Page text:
His hand gripped the knob of the door, and for a moment he was filled with the impulse to shout for Black Roger and face him with what was in his mind. And as he stood there, every muscle in his body ready to fight, there came to him faintly the sound of music. He heard the piano first, and then a woman's voice singing. Soon a man's voice joined the woman's, and he knew it was Black Roger, singing with Carmin Fanchet.

Suddenly the mad impulse in his heart went out, and he leaned his head nearer to the crack of the door, and strained his ears to hear. He could make out no word of the song, yet the singing came to him with a thrill that set his lips apart and brought a staring wonder into his eyes. In the room below him, fifteen hundred miles from civilization, Black Roger and Carmin Fanchet were singing "Home, Sweet Home!"

An hour later David looked through one of the barred windows upon a world lighted by a splendid moon. He could see the dark edge of the distant forest that rimmed in the chateau, and about him seemed to be a level meadow, with here and there the shadow of a building in which the lights were out. Stars were thick in the sky, and a strange quietness hovered over the world he looked upon. From below him floated up now and then a perfume of tobacco smoke. The guard under his window was awake, but he made no sound.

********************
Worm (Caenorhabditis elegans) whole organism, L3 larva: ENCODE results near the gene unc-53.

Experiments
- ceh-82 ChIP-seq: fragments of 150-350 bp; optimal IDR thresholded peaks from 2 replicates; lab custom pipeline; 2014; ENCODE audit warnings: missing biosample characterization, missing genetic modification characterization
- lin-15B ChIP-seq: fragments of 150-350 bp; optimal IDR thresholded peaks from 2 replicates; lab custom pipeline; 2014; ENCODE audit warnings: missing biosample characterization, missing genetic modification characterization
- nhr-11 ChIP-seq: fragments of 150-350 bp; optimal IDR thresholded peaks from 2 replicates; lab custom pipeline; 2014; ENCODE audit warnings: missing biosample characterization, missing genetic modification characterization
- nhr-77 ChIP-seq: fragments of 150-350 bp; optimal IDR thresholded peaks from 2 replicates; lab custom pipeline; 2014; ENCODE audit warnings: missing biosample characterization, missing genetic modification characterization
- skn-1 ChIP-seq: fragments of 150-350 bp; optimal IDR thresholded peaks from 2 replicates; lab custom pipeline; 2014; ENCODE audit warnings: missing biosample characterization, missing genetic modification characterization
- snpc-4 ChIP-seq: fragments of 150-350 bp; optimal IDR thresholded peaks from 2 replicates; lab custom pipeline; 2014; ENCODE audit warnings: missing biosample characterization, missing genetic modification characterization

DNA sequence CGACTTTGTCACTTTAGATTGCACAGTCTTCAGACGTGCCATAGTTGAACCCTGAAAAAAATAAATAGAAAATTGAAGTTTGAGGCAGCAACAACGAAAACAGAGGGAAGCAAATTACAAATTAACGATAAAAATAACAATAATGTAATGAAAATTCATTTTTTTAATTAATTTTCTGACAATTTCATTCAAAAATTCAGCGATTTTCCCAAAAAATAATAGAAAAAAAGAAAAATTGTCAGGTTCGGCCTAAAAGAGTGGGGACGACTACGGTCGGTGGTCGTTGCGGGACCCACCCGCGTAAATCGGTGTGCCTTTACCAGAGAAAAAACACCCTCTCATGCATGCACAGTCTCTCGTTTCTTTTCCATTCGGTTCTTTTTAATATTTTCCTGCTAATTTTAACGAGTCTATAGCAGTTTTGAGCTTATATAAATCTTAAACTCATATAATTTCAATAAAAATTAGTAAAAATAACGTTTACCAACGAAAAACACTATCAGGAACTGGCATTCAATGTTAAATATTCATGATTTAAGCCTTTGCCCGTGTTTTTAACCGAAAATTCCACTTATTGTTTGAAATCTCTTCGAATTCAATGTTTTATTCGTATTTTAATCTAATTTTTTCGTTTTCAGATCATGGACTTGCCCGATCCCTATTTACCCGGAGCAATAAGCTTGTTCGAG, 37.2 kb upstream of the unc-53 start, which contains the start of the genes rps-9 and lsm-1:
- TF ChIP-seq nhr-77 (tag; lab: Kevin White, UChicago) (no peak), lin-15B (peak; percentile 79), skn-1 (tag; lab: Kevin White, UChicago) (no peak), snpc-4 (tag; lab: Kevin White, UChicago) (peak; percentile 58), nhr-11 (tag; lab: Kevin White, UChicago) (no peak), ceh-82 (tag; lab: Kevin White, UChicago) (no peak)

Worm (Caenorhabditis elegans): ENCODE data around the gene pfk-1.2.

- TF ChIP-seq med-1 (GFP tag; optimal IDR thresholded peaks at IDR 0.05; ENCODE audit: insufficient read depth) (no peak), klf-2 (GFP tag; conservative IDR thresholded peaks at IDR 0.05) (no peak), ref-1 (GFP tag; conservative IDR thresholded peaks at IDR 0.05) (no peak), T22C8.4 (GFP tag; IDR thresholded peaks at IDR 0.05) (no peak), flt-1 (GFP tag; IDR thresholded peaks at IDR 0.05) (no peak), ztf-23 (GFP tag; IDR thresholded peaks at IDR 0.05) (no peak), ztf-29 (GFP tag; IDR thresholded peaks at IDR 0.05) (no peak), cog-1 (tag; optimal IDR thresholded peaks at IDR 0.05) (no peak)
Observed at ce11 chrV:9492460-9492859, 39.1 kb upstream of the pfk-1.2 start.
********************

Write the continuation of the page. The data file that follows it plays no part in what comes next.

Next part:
A little later he undressed, put out the two lights in his room, and stretched himself between the cool, white sheets on the couch. After a time he slept, but it was a restless slumber filled with troubled dreams. Twice he was half awake, and the second time it seemed to him his nostrils sensed a sharper tang of smoke than that of burning tobacco, yet he did not fully rouse himself, and the hours passed, and new sounds and smells that rose in the night impinged themselves upon him only as a part of the troublous fabric of his dreams. But at last there came a shock, something which beat over these things which chained him, and seized upon his consciousness, demanding that he rouse himself, open his eyes, and get up.

He obeyed the command, and before he was fully awake, found himself on his feet. It was still dark, but he heard voices, voices no longer subdued, but filled with a wild note of excitement and command. And what he smelled was not the smell of tobacco smoke! It was heavy in his room. It filled his lungs. His eyes were smarting with the sting of it.

Then came vision, and with a startled cry he leaped to a window. To the north and east he looked out upon a flaming world!

With his fist he rubbed his smarting eyes. The moon was gone. The gray he saw outside must be the coming of dawn, ghostly with that mist of smoke that had come into his room. He could see shadowy figures of men running swiftly in and out and disappearing, and he could hear the voices of women and children, and from beyond the edge of the forest to the west came the howling of many dogs. One voice rose above the others. It was Black Roger's, and at its commands little groups of figures shot out into the gray smoke- gloom and did not appear again.